Technically speaking, you don't have to be disabled to suffer from disability discrimination.
Missing work for an extended time is worrying. Yet nothing matters to new parents but the health and well-being of their child. Those first months together are important for the health of both the baby and mother, and the bonding that occurs is irreplaceable.
The Americans with Disabilities Act (ADA) is the preeminent law that guarantees individual rights for Americans with disabilities. The ADA was the first of its kind, and it is now duplicated across the world. The ADA prescribes a variety of positive and negative rights. For instance, businesses must do their best to accommodate customers and workers with disabilities (within reason). Additionally, companies cannot discriminate against Americans with disabilities for positions in which they could do their job with some minor accommodations.
According to United States law, employers are prohibited from discriminating against their employees because of religion, sex, race and disability. Discrimination due to disability has been very common, but several steps have been taken by the federal government to make sure it is stopped. The unfair treatment of an employee because of their disability is unlawful. Employers may not hire, fire or make any other decisions based on the employee's disability.
United States law protects disabled people from discrimination in the workplace. The Americans with Disabilities Act (ADA) was passed in 1990 to put an end to disability discrimination in employment, public accommodations, state and local governments or transportation. Any person who is disabled is protected under the Act.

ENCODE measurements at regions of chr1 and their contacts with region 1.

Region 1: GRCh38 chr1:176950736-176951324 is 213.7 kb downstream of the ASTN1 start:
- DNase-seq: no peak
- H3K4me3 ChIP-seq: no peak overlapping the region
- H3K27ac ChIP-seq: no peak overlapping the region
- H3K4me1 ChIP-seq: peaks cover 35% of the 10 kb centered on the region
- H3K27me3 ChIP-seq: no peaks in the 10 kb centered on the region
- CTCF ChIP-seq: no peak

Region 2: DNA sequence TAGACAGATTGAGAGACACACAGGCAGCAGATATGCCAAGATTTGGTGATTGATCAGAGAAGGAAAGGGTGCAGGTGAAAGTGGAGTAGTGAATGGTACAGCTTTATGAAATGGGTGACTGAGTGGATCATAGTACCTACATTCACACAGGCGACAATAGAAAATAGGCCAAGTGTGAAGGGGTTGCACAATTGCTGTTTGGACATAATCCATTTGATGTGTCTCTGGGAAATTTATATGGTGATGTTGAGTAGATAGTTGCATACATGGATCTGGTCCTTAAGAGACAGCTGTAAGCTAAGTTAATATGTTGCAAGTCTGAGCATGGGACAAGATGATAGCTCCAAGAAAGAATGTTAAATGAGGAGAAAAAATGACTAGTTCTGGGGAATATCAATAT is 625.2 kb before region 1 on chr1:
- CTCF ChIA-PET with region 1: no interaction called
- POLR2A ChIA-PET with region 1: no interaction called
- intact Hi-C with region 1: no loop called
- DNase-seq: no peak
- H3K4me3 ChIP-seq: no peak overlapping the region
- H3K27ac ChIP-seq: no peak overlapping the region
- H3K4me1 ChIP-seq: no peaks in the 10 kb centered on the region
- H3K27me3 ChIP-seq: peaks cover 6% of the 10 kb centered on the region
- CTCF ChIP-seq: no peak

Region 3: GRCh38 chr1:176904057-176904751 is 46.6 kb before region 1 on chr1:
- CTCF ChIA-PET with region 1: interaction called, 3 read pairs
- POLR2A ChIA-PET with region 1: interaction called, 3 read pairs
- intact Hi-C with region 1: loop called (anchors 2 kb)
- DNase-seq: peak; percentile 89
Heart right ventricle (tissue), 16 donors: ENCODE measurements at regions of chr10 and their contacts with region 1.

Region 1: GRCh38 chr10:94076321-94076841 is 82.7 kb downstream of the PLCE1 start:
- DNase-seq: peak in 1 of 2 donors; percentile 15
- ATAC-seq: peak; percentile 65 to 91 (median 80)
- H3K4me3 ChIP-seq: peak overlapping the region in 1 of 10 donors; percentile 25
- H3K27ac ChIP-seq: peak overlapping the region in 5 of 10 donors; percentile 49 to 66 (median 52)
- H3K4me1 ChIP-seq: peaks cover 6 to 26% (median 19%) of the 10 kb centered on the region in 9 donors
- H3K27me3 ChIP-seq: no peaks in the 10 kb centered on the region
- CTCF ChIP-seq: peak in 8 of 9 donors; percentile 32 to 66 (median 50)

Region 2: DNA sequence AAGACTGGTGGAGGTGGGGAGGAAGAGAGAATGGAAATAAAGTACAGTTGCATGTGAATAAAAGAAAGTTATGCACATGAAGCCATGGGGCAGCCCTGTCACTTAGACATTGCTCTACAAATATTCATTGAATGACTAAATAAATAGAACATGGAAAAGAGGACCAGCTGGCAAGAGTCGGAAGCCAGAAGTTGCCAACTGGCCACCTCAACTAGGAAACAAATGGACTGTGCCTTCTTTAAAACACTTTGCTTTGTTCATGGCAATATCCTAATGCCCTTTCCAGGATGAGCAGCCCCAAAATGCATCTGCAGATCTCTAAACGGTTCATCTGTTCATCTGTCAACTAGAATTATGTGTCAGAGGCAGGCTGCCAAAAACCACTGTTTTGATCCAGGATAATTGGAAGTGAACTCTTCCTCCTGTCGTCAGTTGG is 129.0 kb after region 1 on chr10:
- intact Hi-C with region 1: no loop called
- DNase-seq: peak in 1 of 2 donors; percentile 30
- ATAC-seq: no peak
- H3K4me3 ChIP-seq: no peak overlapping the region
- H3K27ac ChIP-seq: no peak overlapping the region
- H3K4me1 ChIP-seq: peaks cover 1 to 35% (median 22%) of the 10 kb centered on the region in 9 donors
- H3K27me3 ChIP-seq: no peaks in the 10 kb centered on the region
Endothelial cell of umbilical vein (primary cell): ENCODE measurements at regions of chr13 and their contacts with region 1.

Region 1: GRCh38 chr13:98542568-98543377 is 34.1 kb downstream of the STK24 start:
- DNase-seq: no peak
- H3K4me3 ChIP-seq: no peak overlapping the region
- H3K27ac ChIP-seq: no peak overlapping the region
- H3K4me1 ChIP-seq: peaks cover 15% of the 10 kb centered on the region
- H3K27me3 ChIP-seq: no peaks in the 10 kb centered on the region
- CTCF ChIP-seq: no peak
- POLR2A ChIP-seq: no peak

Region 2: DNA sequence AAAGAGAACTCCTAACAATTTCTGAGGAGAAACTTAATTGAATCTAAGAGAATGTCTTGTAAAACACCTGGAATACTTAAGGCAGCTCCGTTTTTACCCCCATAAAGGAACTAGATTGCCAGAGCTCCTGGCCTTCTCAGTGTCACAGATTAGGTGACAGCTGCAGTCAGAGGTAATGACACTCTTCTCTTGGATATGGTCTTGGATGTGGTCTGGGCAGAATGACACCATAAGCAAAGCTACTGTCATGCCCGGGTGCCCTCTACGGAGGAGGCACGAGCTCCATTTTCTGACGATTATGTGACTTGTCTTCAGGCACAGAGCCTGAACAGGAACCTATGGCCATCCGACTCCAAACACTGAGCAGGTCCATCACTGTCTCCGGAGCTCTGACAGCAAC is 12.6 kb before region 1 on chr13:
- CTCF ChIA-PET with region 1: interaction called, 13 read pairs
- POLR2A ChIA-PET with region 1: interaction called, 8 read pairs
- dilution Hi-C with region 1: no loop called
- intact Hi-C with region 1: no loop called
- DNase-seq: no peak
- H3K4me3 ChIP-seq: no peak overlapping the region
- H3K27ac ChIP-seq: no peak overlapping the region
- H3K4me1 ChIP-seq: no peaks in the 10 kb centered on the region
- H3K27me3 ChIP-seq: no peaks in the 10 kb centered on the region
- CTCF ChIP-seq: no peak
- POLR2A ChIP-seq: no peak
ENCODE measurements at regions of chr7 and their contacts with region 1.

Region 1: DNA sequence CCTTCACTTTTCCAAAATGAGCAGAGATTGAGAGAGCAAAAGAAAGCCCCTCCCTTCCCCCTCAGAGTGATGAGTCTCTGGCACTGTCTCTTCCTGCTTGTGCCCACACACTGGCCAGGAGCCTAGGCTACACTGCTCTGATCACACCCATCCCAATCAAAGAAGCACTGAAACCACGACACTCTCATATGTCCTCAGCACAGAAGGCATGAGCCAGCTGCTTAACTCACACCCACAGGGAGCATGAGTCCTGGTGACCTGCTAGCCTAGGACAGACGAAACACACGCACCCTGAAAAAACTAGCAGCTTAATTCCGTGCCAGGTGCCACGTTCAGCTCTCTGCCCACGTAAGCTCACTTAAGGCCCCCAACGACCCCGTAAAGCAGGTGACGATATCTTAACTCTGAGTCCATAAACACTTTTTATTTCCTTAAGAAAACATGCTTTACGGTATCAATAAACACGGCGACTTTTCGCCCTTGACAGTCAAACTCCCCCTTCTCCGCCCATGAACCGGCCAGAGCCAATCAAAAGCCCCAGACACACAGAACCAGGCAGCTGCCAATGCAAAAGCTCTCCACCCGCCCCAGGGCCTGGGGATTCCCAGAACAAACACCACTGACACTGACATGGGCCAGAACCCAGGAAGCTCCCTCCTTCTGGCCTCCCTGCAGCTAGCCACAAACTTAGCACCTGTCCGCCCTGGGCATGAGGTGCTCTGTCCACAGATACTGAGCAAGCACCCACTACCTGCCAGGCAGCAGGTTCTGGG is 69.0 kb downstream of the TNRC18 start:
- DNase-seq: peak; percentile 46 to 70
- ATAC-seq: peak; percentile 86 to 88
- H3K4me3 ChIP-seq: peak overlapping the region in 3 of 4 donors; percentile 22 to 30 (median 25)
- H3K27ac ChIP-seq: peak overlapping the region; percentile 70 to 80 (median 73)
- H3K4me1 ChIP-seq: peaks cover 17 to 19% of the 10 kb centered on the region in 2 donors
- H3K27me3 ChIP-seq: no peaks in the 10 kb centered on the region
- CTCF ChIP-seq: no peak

If you are a parent whose child has faced struggles in school due to a learning or attention disorder, you may feel a sense of relief when he or she graduates. School can be challenging for all youngsters, but those with learning disabilities truly have an uphill climb; so finishing high school is an accomplishment to be proud of.
If you have suffered a debilitating injury, your job takes on even more importance in your life. For one thing, you may be facing a new set of expenses that you never anticipated. And as unfair as it may be, your new circumstances may make it more difficult to find another job should you lose the one you have. But to do any job, you must have accommodations that allow you to perform your tasks successfully.
When a person suffers a debilitating injury, he or she may have to adapt to an entirely new lifestyle. And these changes will likely extend to every aspect of daily living, including how to function at work. Fortunately, the Americans with Disabilities Act and the Fair Employment and Housing Act contain rules requiring employers to provide reasonable accommodations for employees with disabilities.
Getting a good job is not always easy and often takes persistence. If there is one thing that almost everyone wants, it is a fair chance to succeed in the workplace. As a potential employee, you want to be judged on your ability to do a job. And if you have a disability, you fear that it may be counted against you when you apply for a job.
Thanks to the Americans with Disabilities Act, citizens who suffer from a disability cannot legally be denied the opportunity to work based on their disability as long as they are able to perform the functions of the job. This has helped many Americans fulfill their desires of becoming productive members of society and proving that simply having a disability does not make a person a drain on the economy.